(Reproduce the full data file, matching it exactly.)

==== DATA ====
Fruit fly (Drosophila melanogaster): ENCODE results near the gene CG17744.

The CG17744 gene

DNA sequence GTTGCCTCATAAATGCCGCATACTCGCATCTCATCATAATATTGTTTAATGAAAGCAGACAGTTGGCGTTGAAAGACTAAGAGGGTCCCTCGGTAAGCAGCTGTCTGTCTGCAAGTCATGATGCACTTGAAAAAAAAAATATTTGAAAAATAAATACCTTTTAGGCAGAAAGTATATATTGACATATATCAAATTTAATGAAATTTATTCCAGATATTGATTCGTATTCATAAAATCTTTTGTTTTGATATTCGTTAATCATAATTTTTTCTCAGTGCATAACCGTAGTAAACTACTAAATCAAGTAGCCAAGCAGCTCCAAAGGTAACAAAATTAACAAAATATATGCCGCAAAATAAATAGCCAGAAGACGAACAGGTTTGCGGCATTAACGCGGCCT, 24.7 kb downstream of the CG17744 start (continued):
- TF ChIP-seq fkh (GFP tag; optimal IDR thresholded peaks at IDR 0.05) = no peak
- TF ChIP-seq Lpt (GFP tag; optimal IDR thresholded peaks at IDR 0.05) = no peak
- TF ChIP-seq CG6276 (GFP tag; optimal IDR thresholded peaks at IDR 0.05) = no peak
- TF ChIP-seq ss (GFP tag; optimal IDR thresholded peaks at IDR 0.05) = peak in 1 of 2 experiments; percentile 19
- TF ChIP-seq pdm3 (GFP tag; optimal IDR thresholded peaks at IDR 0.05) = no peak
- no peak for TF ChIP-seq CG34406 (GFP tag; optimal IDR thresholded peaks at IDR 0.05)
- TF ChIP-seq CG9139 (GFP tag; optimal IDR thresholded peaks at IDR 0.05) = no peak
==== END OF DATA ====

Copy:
Fruit fly (Drosophila melanogaster): ENCODE results near the gene CG17744.

The CG17744 gene

DNA sequence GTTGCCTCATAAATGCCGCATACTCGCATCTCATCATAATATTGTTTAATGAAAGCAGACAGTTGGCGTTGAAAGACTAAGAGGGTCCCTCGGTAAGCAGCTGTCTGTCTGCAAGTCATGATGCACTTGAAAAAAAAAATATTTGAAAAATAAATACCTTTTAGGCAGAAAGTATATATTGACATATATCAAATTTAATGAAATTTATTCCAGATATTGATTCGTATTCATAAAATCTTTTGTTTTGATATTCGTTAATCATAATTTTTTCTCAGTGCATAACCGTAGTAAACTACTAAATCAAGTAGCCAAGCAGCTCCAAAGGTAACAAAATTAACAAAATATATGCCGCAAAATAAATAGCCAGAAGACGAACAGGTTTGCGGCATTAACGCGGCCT, 24.7 kb downstream of the CG17744 start (continued):
- TF ChIP-seq fkh (GFP tag; optimal IDR thresholded peaks at IDR 0.05) = no peak
- TF ChIP-seq Lpt (GFP tag; optimal IDR thresholded peaks at IDR 0.05) = no peak
- TF ChIP-seq CG6276 (GFP tag; optimal IDR thresholded peaks at IDR 0.05) = no peak
- TF ChIP-seq ss (GFP tag; optimal IDR thresholded peaks at IDR 0.05) = peak in 1 of 2 experiments; percentile 19
- TF ChIP-seq pdm3 (GFP tag; optimal IDR thresholded peaks at IDR 0.05) = no peak
- no peak for TF ChIP-seq CG34406 (GFP tag; optimal IDR thresholded peaks at IDR 0.05)
- TF ChIP-seq CG9139 (GFP tag; optimal IDR thresholded peaks at IDR 0.05) = no peak